Let’s Talk About Islamophobia (Part 1)

Let’s talk about the Chapel Hill Shooting. Three college students of muslim faith were shot to death in their homes in Chapel Hill, North Carolina near the University of North Carolina. Craig Stephen Hicks, who has been charged with three counts of first-degree murder, claimed it was a dispute over a parking space, however, many have challenged the claim and called it a hate crime. The names of the victims are Deah Barakat, Yusor Mohammed Abu-Salha, and Razan Mohammad Abu-Salha.

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Deah Barakat

Deah Barakat was a 23-year-old dental student from Chapel Hill who wanted to use his education to help the less fortunate.

Yusor Mohammed Abu-Salha

Yusor Mohammed Abu-Salha was a 21-year-old North Carolina State University graduate with a biological sciences degree who planned to enter UNC in the fall. She and Barakat were married in December.

Razan Mohammad Abu-Salha

Razan Mohammad Abu-Salha, 19, of Raleigh, was a first year architecture and environmental design at North Carolina State University and the sister of Yusor Mohammad Abu-Salha.

These people were going to do great things, they were good people, dedicated their lives to charity and helping others. They did not deserve to die.

What was shocking was the lack of media coverage surrounding this execution style murder. The media was quick to respond to the Charlie Hebdo incident, quick to call the provoked individuals terrorists, and further perpetuate the stigma that all muslims are terrorist. To be completely honest, I can’t say I’m surprised at the lack of coverage of this incident and not call the perpetrator by anything other than his name when any muslim extremist has the label ‘terrorist’ slapped across his face. What I am though, is disgusted. It’s outrageous for big news sites to have little to no coverage on a tragedy such as this. What this does it belittle the lives of those who are already oppressed and implies that actions such as these are deemed acceptable in society in the eyes of the media.

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Russell Brand mentioned an extremely good point in his video about the Copenhagen vs Chapell Hill. “Brand points out that the media treats the Copenhagen terrorist as a representative of Muslim culture at large, whereas the alleged Chapel Hill murderer, Craig Stephen Hicks, is labeled a “disturbed individual.”” I think it’s important to acknowledge here that a fundamental element of terrorism is that the attacks on individuals are indiscriminate and these individuals are attacked, not because of what they’ve done, but because of who they are. That is exactly what Hicks did that day and he hasn’t been called out on it.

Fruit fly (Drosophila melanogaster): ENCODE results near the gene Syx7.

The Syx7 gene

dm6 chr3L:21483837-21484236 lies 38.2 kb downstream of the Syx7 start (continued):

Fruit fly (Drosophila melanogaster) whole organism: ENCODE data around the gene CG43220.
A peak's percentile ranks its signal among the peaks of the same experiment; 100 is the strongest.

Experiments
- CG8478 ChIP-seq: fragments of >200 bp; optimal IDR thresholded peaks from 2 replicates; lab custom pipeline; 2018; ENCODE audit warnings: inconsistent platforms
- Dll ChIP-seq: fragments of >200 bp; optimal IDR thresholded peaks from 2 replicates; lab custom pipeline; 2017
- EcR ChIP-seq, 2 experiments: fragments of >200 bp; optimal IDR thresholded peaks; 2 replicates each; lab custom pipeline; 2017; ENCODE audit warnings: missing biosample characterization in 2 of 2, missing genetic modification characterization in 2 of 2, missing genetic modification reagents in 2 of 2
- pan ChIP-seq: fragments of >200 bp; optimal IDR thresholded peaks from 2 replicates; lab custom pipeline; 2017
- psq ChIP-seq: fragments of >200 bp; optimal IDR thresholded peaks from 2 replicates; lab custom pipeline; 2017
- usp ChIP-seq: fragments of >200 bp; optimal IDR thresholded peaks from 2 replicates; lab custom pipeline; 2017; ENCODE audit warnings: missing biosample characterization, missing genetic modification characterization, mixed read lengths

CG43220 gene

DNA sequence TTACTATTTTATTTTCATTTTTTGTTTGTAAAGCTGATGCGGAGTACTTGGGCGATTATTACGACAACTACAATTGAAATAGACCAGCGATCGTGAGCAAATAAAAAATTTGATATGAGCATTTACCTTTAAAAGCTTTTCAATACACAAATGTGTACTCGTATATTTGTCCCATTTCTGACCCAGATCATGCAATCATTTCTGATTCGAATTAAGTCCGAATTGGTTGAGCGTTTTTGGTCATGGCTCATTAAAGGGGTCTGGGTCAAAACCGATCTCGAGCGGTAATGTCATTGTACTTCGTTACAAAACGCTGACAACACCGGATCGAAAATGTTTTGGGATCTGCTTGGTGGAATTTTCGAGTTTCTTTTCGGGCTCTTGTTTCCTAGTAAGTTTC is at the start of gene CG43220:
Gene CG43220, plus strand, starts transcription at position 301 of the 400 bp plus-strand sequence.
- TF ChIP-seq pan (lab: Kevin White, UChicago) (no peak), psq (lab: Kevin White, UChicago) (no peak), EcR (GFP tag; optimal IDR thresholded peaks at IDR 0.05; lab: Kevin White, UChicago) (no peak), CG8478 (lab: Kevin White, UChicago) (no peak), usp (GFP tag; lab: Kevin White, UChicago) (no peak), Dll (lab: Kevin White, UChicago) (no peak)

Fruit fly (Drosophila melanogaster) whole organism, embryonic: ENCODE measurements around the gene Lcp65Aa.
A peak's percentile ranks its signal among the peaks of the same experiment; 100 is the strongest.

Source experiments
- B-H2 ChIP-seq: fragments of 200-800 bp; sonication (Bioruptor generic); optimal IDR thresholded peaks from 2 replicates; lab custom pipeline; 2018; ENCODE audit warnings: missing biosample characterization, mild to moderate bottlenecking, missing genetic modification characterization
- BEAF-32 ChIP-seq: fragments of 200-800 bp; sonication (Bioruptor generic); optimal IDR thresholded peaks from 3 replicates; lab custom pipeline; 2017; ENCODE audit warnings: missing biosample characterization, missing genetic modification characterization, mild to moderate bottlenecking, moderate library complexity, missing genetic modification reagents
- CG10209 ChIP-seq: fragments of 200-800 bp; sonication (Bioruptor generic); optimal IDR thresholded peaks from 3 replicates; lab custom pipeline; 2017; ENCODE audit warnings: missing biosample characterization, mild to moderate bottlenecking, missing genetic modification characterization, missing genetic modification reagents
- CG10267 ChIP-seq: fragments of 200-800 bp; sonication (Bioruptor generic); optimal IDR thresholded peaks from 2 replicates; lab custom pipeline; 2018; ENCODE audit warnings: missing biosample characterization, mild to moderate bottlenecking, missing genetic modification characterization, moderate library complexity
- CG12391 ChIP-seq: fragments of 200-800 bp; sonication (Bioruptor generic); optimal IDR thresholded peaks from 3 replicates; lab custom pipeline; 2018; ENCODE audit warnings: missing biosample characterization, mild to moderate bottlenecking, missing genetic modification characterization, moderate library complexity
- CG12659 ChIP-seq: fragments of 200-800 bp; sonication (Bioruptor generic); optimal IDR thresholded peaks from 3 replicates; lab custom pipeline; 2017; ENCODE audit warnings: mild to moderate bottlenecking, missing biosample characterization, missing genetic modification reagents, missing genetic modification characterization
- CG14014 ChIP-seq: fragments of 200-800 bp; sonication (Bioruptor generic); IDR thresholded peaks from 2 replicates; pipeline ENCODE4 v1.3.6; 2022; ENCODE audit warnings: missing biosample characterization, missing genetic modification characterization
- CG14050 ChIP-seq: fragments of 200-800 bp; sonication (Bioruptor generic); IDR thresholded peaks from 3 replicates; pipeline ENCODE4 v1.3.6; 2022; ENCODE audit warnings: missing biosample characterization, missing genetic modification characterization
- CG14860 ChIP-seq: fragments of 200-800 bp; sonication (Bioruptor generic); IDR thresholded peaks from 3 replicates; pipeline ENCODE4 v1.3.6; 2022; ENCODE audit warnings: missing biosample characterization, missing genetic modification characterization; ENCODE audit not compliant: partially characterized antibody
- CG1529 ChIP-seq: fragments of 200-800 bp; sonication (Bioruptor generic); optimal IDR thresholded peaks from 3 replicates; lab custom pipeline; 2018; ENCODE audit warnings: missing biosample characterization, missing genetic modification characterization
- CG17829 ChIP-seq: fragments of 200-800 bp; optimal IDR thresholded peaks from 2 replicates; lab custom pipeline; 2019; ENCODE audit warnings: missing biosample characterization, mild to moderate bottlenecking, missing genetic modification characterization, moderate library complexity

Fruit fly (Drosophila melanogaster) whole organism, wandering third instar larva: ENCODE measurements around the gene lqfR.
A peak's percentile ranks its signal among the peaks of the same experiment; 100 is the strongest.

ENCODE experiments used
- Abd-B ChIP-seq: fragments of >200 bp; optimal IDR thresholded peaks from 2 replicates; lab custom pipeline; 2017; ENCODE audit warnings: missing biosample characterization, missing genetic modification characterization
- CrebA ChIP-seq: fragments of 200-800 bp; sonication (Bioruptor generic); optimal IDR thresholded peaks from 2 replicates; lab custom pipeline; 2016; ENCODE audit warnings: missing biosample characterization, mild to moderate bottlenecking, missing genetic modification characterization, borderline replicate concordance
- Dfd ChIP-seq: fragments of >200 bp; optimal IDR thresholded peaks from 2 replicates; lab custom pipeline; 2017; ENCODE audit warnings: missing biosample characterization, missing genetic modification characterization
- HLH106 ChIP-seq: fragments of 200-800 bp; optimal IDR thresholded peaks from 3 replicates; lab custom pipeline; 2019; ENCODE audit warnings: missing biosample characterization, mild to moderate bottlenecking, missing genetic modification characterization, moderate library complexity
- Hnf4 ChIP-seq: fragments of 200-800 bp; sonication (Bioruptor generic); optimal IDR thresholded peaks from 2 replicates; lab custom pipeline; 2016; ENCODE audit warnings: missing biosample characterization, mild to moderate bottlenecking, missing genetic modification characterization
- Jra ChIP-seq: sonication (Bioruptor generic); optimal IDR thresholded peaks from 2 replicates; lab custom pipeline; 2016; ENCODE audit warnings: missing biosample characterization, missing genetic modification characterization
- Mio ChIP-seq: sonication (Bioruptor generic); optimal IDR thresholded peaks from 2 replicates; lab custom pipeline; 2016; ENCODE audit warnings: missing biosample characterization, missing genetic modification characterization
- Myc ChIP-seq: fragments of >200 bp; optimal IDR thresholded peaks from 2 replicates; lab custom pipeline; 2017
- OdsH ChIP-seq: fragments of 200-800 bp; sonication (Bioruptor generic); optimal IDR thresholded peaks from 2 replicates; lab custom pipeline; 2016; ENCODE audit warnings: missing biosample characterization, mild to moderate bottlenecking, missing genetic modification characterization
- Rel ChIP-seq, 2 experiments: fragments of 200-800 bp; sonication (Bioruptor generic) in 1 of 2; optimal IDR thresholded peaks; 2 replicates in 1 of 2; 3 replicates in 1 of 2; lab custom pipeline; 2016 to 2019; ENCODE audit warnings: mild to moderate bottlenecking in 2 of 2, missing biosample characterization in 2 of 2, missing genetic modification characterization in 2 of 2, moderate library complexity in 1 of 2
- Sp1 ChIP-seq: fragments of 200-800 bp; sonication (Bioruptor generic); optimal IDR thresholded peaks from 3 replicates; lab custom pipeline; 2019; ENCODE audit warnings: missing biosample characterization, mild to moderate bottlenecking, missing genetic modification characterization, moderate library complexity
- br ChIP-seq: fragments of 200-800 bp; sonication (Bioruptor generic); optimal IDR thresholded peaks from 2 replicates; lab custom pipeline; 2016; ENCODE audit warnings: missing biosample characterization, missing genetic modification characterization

In my opinion, the release of American Sniper played a significant role in the increase of Islamophobia. We currently live in a society where one of the top movies glorifies the killing of Arabs and Muslims, calling these people ‘scum’. This is a white washed society that refuses to acknowledge the struggles of the oppressed, refuses to realise that Arabs and Muslims have a right to their faith and that a select few do not represent the masses in that religion, and refuses to admit to a hate crime against the oppressed when it has been committed but is quick to slap that label on when the roles are reversed. Amer Zahr, a writer and adjunct law professor at the University of Detroit also wrote about American Sniper on his blog, “The Civil Arab.”

“People have exited that movie writing terrible hate-filled things about us. A whole generation of young Americans is brought up playing video games where the main objective is killing ‘enemies’ who look like us. It is this atmosphere of xenophobia and Islamophobia that we live with every day. We are victims of media brutality.”

This is dangerous. Why? For those who haven’t seen it, Kyle Simpson wrote an article on the effects of American Sniper on the escalation of Islamophobia:

The movie paints the faceless Iraqis as “savages,” a word that comes from the mouth of Kyle – both the real-life man and the one portrayed by Bradley Cooper. He isn’t referring to only the militants as savages, but the Iraqi people as a whole. Brutal mistreatment of innocent families occurs in multiple scenes in the movie. Never in the film are we made aware of the very real struggles the Iraqis are having while their country is being invaded. “American Sniper” consistently dehumanizes the people who were most affected by the Iraq War – the innocent Iraqis.

Why are we using the extreme actions of the few individuals as total representatives of a religion? Why is it that we live in a society where we expect muslims to apologise – and some to pay with their lives – for the actions of certain extremists that in no way reflect their religion, when we don’t expect the same from Christians when the KKK commit a barbaric act?

The Quran mentions the word jihad 41 times, but mentions mercy, peace, and love 355 times, yet we still argue that Islam is a violent religion. 15,000 reported lives in the Middle East paid for the 3,000 lives that died on 9/11 and more lives continue to pay for this unfounded stigma.

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One Reply to “Let’s Talk About Islamophobia (Part 1)”

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